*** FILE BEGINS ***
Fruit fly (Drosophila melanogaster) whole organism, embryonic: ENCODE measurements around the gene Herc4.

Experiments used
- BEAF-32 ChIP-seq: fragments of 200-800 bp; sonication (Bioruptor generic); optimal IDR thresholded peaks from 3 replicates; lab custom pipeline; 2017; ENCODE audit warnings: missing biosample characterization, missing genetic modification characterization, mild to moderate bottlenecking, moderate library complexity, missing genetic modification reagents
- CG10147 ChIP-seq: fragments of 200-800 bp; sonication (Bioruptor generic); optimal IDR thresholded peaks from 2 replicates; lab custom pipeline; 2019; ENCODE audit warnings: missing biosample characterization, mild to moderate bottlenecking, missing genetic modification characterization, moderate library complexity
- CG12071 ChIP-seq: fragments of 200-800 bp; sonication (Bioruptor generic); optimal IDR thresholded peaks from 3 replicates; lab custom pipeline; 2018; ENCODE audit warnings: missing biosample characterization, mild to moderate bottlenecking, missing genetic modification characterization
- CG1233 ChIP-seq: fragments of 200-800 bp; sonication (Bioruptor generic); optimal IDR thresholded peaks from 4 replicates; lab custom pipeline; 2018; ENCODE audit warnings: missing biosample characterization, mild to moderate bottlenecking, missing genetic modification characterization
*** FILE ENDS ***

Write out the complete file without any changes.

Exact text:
Fruit fly (Drosophila melanogaster) whole organism, embryonic: ENCODE measurements around the gene Herc4.

Experiments used
- BEAF-32 ChIP-seq: fragments of 200-800 bp; sonication (Bioruptor generic); optimal IDR thresholded peaks from 3 replicates; lab custom pipeline; 2017; ENCODE audit warnings: missing biosample characterization, missing genetic modification characterization, mild to moderate bottlenecking, moderate library complexity, missing genetic modification reagents
- CG10147 ChIP-seq: fragments of 200-800 bp; sonication (Bioruptor generic); optimal IDR thresholded peaks from 2 replicates; lab custom pipeline; 2019; ENCODE audit warnings: missing biosample characterization, mild to moderate bottlenecking, missing genetic modification characterization, moderate library complexity
- CG12071 ChIP-seq: fragments of 200-800 bp; sonication (Bioruptor generic); optimal IDR thresholded peaks from 3 replicates; lab custom pipeline; 2018; ENCODE audit warnings: missing biosample characterization, mild to moderate bottlenecking, missing genetic modification characterization
- CG1233 ChIP-seq: fragments of 200-800 bp; sonication (Bioruptor generic); optimal IDR thresholded peaks from 4 replicates; lab custom pipeline; 2018; ENCODE audit warnings: missing biosample characterization, mild to moderate bottlenecking, missing genetic modification characterization